A story of the near-future
Stage 1: Release of A Field Guide to the True Dangers of Autonomous Vehicles
About a year after fully autonomous vehicles had been available to the general public, Alexander Manuel, an ex-Tesla and Google employee releases the book, A Field Guide to the True Dangers of Autonomous Vehicles. In it, Manuel outlines the process that he and his colleagues went through at the companies to create a moral system that the driverless cars live by. He describes how there is actually a hierarchical system in place, ranking people by age, gender, health, occupation, net worth, the number of people who you regularly interact with, as well as other factors. This system then gives every individual in the United States a score out of 1000, which the companies refer to as the AVSI (Autonomous Vehicle Safety Index). This is similar to the FICO score in that no matter whether or not the person has ever actively attempted to see or calculate his or her score, it still exists and they are being judged by that. The book becomes a New York Times #1 Bestseller in its first week and sells four million of copies in the US alone.
Many contribute the book’s success to the marketing campaign, which pictures an image of the hierarchy of people, outlining where they stand in society and their likelihood of surviving in a crash involving an autonomous vehicle. It is advertised everywhere, including billboards, subway ads, and Facebook.
Stage 2: People Begin Concealing Their Faces
The release of the book naturally caused a lot of doubt and questioning about the system, primarily concerning privacy. People don’t like that they are being judged based on who they are and they also don’t like that all the new autonomous vehicles are constantly tracking and detecting them. Some fear that it is a Big Brother situation, while others simply don’t want to be judged, based on their age, health, gender, etc. And at this point, no one really knows how to access their AVSI score or even get a general idea of it, either. Therefore, people, out of fear mainly, begin to conceal their identity with masks and hoods.
Several experts, including Manuel himself, come out and say that people should not wear masks because anonymity reduces your chances of survival by providing the individual with a score of 400/1000, well below the national average. Some people refuse the advice, however, and their are a few casualties because of it.
Stage 3: AVSafe App is Released to the General Public
In reaction to the confusion and outcry over the AVSI system, a startup AVSafe is born. They create an app that allows anyone to get a good idea of his or her score. The user just has to enter some general information, and the app comes up with an approximate score, which can be made more accurate by linking to social media, Apple HealthKit, as well as financial records. Users can see their scores and how they relate to what’s possible and work to reach that goal to better improve their chances of survival. On the other end of the spectrum, the app also has a controversial feature that allows individuals to volunteer themselves in a situation by decreasing their score to 100/1000.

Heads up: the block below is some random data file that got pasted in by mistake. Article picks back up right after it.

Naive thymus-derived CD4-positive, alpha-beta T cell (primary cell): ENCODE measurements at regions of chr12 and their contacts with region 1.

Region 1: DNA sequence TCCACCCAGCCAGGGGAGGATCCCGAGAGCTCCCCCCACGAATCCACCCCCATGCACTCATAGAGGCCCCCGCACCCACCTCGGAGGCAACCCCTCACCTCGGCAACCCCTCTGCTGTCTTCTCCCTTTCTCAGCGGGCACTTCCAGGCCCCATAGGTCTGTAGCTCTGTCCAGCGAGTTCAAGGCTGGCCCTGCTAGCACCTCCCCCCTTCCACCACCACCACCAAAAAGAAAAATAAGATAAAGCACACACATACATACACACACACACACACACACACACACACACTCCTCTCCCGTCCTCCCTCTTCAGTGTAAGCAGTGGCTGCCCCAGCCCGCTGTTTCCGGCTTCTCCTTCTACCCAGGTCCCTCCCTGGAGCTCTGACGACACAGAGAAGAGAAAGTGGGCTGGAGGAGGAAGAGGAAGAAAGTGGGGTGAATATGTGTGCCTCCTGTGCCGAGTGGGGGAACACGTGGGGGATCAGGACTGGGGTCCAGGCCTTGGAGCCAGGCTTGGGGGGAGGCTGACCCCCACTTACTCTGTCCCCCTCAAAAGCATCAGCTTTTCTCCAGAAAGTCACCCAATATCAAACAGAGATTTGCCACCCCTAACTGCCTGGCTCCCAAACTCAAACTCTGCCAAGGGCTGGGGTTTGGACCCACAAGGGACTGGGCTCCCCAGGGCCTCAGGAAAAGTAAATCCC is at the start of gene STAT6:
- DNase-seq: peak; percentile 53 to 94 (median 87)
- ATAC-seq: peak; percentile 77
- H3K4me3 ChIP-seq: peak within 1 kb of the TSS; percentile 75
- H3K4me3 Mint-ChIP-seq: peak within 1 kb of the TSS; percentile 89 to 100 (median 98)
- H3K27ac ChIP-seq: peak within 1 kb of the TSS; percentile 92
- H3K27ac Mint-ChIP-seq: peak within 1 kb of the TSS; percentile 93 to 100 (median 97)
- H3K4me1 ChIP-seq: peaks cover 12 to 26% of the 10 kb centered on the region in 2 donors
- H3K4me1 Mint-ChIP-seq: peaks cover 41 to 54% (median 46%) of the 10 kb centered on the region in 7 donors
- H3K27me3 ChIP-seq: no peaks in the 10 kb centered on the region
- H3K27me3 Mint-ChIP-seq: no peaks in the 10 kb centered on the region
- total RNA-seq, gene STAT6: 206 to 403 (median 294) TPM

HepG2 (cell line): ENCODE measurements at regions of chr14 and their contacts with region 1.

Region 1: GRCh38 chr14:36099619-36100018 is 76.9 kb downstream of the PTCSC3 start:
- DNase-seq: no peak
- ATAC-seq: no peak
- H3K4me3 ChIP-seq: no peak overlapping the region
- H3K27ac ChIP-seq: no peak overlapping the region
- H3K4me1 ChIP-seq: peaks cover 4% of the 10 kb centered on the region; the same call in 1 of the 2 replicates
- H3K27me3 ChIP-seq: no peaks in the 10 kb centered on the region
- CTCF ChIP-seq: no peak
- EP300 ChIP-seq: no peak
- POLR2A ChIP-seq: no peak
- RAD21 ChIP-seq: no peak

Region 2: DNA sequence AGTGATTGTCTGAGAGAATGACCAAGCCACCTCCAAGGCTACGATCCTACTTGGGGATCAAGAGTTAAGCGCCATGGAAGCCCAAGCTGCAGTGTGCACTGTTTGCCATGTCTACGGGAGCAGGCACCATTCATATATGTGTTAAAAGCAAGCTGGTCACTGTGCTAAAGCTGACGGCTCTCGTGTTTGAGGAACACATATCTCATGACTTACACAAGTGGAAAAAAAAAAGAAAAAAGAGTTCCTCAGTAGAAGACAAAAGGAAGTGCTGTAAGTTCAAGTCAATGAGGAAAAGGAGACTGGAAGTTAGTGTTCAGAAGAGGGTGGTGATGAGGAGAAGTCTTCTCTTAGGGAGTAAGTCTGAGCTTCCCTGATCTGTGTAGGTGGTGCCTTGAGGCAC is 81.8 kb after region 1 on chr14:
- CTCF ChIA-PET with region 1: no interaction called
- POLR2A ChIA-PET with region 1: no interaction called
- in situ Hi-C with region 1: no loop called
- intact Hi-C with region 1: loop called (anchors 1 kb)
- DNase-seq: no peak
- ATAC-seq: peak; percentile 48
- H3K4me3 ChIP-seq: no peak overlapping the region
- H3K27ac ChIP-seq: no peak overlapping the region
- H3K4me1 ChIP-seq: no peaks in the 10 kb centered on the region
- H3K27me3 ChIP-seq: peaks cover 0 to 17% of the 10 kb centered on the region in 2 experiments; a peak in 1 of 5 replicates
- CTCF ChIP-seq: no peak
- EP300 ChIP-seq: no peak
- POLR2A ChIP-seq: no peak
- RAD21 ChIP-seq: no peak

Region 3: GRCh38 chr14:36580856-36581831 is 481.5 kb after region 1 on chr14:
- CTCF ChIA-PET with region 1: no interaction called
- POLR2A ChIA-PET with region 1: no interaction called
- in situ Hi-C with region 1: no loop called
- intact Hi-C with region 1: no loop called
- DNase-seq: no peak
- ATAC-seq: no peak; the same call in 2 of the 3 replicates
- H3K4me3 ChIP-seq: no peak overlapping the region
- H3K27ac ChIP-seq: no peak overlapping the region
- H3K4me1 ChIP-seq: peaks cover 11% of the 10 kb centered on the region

The app was released with mixed reactions, as some saw it as a way to increase chances of survival, while others saw it more as a way for companies to garner more information on people.
The following is a press release from AVSafe when the app was announced:
In cities across the country, the first fully autonomous vehicles are being rolled out and used by the general public. They have been advertised as “the safest vehicles ever produced.” Statistically, this may be true, but what the companies won’t tell you is that there is a secret system that tracks and rates people, based on demographic, personal connections, health, and occupation, amongst other factors. In serious situations, this score will influence decisions on who to injure or even kill if a car crash must occur. The AVSI (Autonomous Vehicle Safety Index) was recently revealed to the public in the tell-all book, A Field Guide to the True Dangers of Autonomous Vehicles, by ex-Tesla and Google employee, Alexander Manuel, who worked on creating the system, himself. The book caused mass hysteria, as people knew they were being tracked but didn’t know how to avoid it or even accurately access their scores. Some people even resorted to trying to conceal their identities with the use of masks, which actually hurt the individual’s chances of survival even more, as anonymity makes one more likely to be a victim.
However, we at AVSafe have come up with the first accurate and simple way to access, as well as directly affect, your AVSI score, so you will always know your chances of survival.
Download our app and start your free trial today. You won’t be safe if you don’t know your score.
Driverless cars are deciding who lives and who dies. Improve your chances. was originally published in agri.culture on Medium, where people are continuing the conversation by highlighting and responding to this story.